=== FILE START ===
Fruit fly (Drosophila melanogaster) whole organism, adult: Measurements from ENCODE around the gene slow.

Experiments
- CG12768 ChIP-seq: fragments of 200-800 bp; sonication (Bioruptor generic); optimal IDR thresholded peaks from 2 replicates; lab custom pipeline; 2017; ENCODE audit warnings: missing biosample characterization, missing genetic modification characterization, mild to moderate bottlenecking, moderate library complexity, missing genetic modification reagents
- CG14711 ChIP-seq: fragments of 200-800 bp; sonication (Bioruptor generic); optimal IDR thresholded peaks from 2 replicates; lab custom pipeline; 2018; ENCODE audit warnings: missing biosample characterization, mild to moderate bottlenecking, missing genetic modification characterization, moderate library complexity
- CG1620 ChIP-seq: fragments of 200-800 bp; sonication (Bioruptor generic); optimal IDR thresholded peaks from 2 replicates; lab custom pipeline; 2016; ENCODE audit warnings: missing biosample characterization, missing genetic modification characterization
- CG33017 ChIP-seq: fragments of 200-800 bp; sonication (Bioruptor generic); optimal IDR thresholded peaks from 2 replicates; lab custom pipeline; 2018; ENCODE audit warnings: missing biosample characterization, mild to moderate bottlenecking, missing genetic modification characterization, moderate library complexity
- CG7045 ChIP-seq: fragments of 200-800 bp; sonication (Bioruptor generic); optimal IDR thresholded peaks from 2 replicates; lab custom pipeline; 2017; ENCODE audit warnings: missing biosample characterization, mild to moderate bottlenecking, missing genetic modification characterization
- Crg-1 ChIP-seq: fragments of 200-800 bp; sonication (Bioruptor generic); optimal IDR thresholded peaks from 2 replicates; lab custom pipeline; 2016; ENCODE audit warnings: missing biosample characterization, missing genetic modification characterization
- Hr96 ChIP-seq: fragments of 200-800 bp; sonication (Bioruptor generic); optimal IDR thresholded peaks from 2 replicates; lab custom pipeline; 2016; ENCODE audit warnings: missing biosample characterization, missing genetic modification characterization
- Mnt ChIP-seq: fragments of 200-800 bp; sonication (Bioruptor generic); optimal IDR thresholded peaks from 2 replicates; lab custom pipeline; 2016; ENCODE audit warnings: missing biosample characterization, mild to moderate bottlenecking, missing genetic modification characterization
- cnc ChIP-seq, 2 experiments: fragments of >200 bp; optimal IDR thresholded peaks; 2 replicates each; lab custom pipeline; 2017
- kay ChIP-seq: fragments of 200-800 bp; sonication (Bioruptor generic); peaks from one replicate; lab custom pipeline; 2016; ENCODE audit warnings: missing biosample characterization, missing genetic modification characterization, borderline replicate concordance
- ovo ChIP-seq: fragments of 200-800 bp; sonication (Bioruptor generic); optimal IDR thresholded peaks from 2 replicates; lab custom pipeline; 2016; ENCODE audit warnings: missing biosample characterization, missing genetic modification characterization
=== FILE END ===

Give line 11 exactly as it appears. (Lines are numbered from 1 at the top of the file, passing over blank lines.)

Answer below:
- cnc ChIP-seq, 2 experiments: fragments of >200 bp; optimal IDR thresholded peaks; 2 replicates each; lab custom pipeline; 2017